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Staying healthy in drought conditions

Staying healthy in drought conditionsReproduced courtesy of Wikipedia Commons.

From time to time, the Auckland region experiences a hot, dry summer. Those on roof / tankered water may need to take measures to conserve water.  Those on Waiheke – with the lowest rainfall in the Auckland region, and no piped supply -should definitely think ahead.

Although it is important to save water, it is also most important to use water to stay healthy.

It is very important to use safe water for:
• Hand washing with soap and water. Soap, water and thorough drying are best. Hand sanitisers can also be useful if the skin is already visibly clean.
• Washing fruit and vegetables, and while preparing food.
• Making infant formula.

Water used for drinking, brushing teeth, hand-washing and preparing food should be boiled first if it is not from a reliable drinking water source.

Hand washing is important

Safe water supplies

Safe drinking water
Use safe drinking water supplies for personal hygiene. If you have any questions about your drinking water supply, you can contact Auckland Regional Public Health Service, 09 623 4600.

Rain tank water supplies

Auckland Regional Public Health Service advises people whose tanks are empty to have them refilled using registered tankered water carriers. The public can access the list of registered water carriers via the ESR Drinking-water for New Zealand website. Registered tankered water carriers will be working hard during a drought trying to meet demand, so you may need to try more than one supplier. You should also think about your water needs in advance, and not leave it too late to place an order, or you may find your tank runs dry before it can be filled. Allowing a pump to run dry may cause damage.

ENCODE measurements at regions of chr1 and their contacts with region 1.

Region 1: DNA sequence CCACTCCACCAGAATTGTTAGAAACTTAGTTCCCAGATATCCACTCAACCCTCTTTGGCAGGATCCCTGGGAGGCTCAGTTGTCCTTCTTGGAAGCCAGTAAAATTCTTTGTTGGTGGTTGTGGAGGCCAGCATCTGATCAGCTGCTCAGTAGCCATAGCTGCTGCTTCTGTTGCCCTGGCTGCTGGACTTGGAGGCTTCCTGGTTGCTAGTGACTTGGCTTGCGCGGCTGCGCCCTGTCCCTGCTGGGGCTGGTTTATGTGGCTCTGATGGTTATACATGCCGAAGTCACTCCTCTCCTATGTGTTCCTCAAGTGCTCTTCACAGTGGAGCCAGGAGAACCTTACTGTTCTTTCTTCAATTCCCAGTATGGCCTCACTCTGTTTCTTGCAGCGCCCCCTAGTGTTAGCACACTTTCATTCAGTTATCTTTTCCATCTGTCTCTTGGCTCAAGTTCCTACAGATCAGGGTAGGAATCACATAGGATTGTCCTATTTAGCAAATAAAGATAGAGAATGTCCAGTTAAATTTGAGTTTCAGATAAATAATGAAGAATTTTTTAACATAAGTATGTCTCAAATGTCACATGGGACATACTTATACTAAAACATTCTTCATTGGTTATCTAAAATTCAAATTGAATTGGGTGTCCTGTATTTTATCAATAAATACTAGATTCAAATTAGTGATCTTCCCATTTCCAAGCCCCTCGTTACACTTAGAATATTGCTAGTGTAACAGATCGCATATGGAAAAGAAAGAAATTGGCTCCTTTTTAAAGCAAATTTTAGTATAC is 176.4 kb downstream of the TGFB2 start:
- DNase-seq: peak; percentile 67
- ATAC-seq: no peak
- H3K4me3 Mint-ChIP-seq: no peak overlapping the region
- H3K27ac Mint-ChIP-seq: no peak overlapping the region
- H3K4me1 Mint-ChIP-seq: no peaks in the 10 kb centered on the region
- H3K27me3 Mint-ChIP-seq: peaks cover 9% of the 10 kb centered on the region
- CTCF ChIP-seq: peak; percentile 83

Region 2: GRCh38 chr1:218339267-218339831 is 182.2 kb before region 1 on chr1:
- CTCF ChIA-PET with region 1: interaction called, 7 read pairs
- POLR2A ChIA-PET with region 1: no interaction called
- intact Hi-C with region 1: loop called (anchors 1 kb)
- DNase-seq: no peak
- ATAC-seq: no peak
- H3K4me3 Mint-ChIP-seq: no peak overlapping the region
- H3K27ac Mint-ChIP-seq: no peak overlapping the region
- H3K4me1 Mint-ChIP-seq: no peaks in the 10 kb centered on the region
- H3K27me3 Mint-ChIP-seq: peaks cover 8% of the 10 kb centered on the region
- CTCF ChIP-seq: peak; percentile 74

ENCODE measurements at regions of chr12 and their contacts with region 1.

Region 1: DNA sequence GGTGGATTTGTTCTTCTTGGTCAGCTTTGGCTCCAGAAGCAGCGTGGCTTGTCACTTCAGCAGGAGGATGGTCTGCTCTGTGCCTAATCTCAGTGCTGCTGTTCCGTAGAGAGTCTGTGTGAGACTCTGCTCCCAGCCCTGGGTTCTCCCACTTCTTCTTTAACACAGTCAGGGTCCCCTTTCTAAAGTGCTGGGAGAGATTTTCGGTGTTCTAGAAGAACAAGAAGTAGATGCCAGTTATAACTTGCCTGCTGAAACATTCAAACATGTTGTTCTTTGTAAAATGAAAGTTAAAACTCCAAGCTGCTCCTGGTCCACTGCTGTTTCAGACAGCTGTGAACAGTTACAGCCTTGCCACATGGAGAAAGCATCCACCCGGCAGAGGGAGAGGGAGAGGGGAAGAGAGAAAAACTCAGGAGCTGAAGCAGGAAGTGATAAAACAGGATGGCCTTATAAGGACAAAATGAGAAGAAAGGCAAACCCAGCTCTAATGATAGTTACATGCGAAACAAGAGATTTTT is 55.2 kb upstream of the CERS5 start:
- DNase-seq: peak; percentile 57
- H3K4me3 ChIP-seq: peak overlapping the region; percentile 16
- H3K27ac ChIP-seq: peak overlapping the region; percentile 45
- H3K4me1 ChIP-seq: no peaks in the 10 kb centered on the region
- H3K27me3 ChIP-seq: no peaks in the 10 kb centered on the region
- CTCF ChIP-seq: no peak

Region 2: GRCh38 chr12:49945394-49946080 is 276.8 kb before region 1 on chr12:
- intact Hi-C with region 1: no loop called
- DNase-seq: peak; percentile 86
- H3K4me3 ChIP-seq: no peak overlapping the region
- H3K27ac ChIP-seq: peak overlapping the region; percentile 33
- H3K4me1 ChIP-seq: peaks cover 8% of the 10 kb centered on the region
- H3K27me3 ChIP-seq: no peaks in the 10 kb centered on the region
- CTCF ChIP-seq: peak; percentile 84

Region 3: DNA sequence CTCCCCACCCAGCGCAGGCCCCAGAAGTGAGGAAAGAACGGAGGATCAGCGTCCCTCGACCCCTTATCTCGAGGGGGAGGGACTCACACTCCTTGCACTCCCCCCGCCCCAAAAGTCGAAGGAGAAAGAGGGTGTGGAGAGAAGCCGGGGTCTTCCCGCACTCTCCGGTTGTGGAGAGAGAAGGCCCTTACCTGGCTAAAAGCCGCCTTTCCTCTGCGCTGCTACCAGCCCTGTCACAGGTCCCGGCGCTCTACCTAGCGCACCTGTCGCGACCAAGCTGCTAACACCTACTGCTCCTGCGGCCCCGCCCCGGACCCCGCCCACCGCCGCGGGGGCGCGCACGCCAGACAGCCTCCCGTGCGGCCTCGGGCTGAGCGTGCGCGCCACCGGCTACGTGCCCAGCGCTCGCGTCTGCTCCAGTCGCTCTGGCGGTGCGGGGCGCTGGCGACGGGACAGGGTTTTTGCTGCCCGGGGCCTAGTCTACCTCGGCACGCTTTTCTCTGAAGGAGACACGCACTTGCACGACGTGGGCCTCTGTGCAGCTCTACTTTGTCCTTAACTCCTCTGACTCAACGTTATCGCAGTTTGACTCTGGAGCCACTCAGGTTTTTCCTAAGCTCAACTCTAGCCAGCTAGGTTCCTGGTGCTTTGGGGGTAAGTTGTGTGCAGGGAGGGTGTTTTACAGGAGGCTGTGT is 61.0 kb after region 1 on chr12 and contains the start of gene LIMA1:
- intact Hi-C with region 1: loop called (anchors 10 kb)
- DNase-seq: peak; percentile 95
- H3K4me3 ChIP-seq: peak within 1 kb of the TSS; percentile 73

Delivery of water by tanker will disturb the sediment lying in the bottom of the tank. Therefore, allow the water to settle and clear before using it for drinking, hand washing or cooking.

For more information about drinking water from tank water, bores and wells, please see the fact sheets at the bottom of the page.

Water that is not suitable for drinking

Water supplies that are not suitable for drinking can be used for other things such as washing cars, watering plants, washing clothes and pouring into the toilet to flush.

Hot weather and health

Hot weather advice includes:
• Drink plenty of water to stay hydrated.
• Avoid being outside or exposed to the sun in the hottest part of the day.
• Wear light‐coloured, loose fitting clothing.
• Park your car in a shady spot and never leave children or pets in a car unattended.
• Limit drinks containing alcoholor caffeine.
• Avoiding strenuous activities during hot weather.
• Check on vulnerable people (especially the elderly, the unwell and children) and pets.

For questions or concerns about public health and drought, please contact Auckland Regional Public health Service, 09 623 4600.

Useful links

ARPHS public health advice
• ARPHS Hot weather and health
• ARPHS hand washing information
• ARPHS Drinking water information

Auckland Council drought information
• Drought information (Included with permission from Auckland Council).
• Rural support trusts and Auckland wards

Links to other organisations
• ESR drinking water advice
• Civil Defence and Emergency Management


Water supply in droughts information
• Waiheke Island – sourcing and conserving water. (Included with permission from Auckland Council)
• Saving water during water shortages while saying healthy
• Household water supplies
• Water collection tanks and safe household water.
• Secure groundwater bores and wells for safe household water.

Roof collected water technical summary
Roof collected water Technical Summary

Hand washing
• Hand Hygiene fact sheet
 High Five for Clean Hands (Ministry of Health Advice)
• High Five for Clean Hands (Te Reo Maori)

Hot weather information
• Hot weather and health general information
• Hot weather and health information for rest homes
• ARPHS Media release - 30 January 2013. Beware of health risks in hot weather.

Hot weather and health information for health professionals
• Information for Health Professionals on those Patients who may be at increased risk from Hot Weather
• Heat waves in Auckland. Public Health Quarterly – January 2013.
• Hot weather information for health professionals. 30 January 2013.

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